Special Book Review: The Shift by Colby Martin
Updated: 5 days ago
If you've said to yourself, "I'm losing my faith in Christianity," then this is a good book to take inventory of where you are, to feel “normalized”, and take your next steps at personal spiritual growth and perhaps even in lasting community.
Colby Martin’s The Shift: Surviving and Thriving after Moving from Conservative to Progressive Christianity is an unusual book, and I’d like to devote this blog post to it.
On one hand, a lot of books in the progressive or post-evangelical space, as important and helpful as they are, tend to be largely autobiographical, where the author pulls you through the evolution of their faith using personal stories. And on the other hand are the books that take on the ideas and structures of conservative Christianity and then offer new ways to think about faith and religion.
Admittedly, lumping everything into two categories is a simplification, but it helps demonstrate how Martin’s book is different; meaning, neither of the two above categories of books do a good job embodying a pastoral voice.
Colby Martin and his wife started a progressive church in San Diego in 2014, and it would seem he’s been around the block a few times, definitely at street level, not just theoretical. He’s worked with individuals who have gone through a personal evolution of faith, a “shift”, and likewise struggled with the dogma of a conservative evangelicalism that has dominated their lives. What’s more, his church and pastoring keep going, and he’s even helping other pastors to do the same.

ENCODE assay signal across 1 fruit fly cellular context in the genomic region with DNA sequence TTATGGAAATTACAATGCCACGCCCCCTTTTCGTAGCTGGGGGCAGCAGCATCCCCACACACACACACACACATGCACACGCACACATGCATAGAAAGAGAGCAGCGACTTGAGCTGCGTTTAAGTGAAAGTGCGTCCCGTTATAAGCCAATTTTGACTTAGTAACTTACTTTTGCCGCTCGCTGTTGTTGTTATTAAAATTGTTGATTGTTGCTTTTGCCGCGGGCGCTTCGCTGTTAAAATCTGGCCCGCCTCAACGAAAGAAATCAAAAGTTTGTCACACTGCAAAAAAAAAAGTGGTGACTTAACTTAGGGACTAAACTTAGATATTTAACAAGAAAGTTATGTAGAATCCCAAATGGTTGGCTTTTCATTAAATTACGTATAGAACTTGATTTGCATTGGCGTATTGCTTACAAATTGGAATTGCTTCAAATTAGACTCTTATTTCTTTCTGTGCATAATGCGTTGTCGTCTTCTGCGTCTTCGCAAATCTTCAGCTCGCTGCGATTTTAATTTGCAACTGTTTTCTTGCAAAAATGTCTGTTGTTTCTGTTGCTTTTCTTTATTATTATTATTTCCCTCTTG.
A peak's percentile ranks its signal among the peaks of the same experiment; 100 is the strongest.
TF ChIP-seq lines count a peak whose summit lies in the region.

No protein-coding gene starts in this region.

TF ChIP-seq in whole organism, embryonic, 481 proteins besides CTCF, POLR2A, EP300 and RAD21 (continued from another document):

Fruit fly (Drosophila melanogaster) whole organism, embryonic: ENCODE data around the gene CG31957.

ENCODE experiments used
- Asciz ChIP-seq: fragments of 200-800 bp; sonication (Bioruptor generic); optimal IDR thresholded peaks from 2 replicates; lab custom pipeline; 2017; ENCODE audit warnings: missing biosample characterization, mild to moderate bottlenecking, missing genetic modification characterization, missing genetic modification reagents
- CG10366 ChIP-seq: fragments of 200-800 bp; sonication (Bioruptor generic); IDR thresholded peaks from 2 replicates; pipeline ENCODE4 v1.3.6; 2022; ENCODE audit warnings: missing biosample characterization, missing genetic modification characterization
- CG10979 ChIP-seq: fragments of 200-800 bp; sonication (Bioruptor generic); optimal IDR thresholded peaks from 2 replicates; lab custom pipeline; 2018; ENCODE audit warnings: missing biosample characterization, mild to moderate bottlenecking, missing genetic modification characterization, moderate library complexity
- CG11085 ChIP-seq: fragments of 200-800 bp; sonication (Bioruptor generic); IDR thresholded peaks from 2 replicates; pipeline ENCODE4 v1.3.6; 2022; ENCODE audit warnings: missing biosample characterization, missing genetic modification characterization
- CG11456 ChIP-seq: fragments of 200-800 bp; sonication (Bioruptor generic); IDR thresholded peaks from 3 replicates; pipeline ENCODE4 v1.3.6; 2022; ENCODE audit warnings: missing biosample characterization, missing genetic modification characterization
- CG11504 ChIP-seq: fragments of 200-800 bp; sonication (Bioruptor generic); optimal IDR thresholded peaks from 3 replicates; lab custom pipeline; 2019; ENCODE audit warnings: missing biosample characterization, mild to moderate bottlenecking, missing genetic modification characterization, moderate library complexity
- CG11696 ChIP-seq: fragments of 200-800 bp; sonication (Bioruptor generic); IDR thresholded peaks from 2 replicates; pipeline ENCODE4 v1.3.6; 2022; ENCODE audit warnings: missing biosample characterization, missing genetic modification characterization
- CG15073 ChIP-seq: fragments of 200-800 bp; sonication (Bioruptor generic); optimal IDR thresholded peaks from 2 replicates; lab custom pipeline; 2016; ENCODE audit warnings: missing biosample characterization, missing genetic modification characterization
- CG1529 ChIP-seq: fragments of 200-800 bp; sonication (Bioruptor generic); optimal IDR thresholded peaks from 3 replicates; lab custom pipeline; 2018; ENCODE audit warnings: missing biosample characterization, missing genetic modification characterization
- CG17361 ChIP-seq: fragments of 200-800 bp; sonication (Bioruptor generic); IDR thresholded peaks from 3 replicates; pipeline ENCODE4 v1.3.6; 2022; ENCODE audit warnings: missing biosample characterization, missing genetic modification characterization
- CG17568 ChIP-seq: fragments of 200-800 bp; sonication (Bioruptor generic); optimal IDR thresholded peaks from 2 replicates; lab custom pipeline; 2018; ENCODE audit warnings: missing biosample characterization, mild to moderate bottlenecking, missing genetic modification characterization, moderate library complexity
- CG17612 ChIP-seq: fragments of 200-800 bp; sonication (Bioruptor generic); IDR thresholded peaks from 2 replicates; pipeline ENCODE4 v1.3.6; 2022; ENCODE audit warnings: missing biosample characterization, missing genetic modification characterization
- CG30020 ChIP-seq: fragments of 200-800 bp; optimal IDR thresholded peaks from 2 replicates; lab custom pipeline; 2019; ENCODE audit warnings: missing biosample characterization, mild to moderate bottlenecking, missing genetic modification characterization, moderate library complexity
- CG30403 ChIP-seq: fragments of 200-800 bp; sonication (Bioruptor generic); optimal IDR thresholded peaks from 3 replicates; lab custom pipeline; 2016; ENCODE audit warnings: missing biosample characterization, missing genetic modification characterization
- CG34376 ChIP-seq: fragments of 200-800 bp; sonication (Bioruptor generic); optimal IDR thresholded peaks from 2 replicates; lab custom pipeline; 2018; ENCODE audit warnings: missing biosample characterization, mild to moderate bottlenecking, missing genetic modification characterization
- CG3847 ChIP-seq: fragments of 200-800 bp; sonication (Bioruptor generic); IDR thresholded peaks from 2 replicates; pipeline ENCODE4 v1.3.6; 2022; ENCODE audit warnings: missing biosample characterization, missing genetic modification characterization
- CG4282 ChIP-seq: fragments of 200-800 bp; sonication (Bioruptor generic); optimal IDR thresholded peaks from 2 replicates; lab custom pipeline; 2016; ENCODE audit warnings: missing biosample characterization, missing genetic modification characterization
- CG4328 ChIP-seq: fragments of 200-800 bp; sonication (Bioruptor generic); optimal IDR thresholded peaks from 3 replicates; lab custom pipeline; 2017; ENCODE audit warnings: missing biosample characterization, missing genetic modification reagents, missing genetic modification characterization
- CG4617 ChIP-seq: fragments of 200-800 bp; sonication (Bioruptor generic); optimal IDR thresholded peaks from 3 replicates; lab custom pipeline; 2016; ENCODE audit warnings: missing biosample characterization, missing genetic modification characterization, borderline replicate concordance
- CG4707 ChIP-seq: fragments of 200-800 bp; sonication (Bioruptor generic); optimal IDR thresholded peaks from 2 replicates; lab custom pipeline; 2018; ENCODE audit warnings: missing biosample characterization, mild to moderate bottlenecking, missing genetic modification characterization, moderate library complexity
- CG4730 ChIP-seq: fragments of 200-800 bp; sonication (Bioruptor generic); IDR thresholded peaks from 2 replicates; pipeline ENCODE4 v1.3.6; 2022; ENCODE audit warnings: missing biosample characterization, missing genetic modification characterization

So The Shift offers what any pastor book might offer: personal stories, passages from scripture, and straightforward, plain-speaking ideas about loving Jesus, God, and the Bible, about being in a community of faith, all on a breezy and practical level--but with a progressive orientation. The narrative is conversational, easy to get, and you’re hard pressed to find much lingo, manipulation, or doublespeak. Also, it doesn’t necessarily lack nuance and it doesn’t quickly gloss over real issues like religious trauma and conservative evangelicalism’s entanglements with racism, sexism, LGBTQ discrimination, and political populism.
One of the consistent markers of someone leaving a faith community is a feeling of loneliness, even shame. But in Martin's experience, it is extremely common and happens all the time, if not increasingly. He writes in the introduction that “I hope this book normalizes that experience for you.” To this reader, who has studied this issue both personally and professionally, he accomplishes that task and more.
There are chapters helping you understand what you’re experiencing, how to think about God, Jesus, and the Bible, and how to find community, which is perhaps the biggest concern of those going through a shift, with the exception of those who just need space. There’s a chapter on “Waging the War Within” about our inner critic, our old self, that will not just evaporate (taking a stance against the evangelical trope of instant life change). While there might be external change in how you connect to faith and what you say, you’re still very much struggling internally. And as a first for me, he also talks about how even though a progressive community might seem like a new utopia, it can be subject to infighting and even personal attacks, just like any corporate life. That admittance demonstrates genuine maturity in the author. There’s even a chapter on how to handle family members who don’t understand you.
Keep in mind that this is not an exhaustive book, nor any substitute for the wise counsel of a spiritual director or therapist, if you may need one. But it’s unique in that it’s an accessible, friendly read that fulfills its promise as a guide to just about everything you’d want in a helpful handbook on what is a sticky, hairy, ongoing topic. It’s a good book to take inventory of where you are, to feel “normalized”, and take your next steps at personal spiritual growth and perhaps even in lasting community.